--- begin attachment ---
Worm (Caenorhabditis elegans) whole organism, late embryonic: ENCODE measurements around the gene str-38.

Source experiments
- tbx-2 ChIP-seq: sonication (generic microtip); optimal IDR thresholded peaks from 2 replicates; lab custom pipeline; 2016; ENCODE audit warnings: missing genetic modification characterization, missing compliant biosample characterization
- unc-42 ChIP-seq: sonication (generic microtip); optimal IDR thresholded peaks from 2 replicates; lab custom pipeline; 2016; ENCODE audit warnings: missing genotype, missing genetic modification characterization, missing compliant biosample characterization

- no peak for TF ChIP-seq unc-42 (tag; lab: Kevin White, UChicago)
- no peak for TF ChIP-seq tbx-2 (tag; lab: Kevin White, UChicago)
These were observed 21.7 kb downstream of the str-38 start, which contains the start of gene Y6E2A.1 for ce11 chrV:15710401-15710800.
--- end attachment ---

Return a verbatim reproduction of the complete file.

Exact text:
Worm (Caenorhabditis elegans) whole organism, late embryonic: ENCODE measurements around the gene str-38.

Source experiments
- tbx-2 ChIP-seq: sonication (generic microtip); optimal IDR thresholded peaks from 2 replicates; lab custom pipeline; 2016; ENCODE audit warnings: missing genetic modification characterization, missing compliant biosample characterization
- unc-42 ChIP-seq: sonication (generic microtip); optimal IDR thresholded peaks from 2 replicates; lab custom pipeline; 2016; ENCODE audit warnings: missing genotype, missing genetic modification characterization, missing compliant biosample characterization

- no peak for TF ChIP-seq unc-42 (tag; lab: Kevin White, UChicago)
- no peak for TF ChIP-seq tbx-2 (tag; lab: Kevin White, UChicago)
These were observed 21.7 kb downstream of the str-38 start, which contains the start of gene Y6E2A.1 for ce11 chrV:15710401-15710800.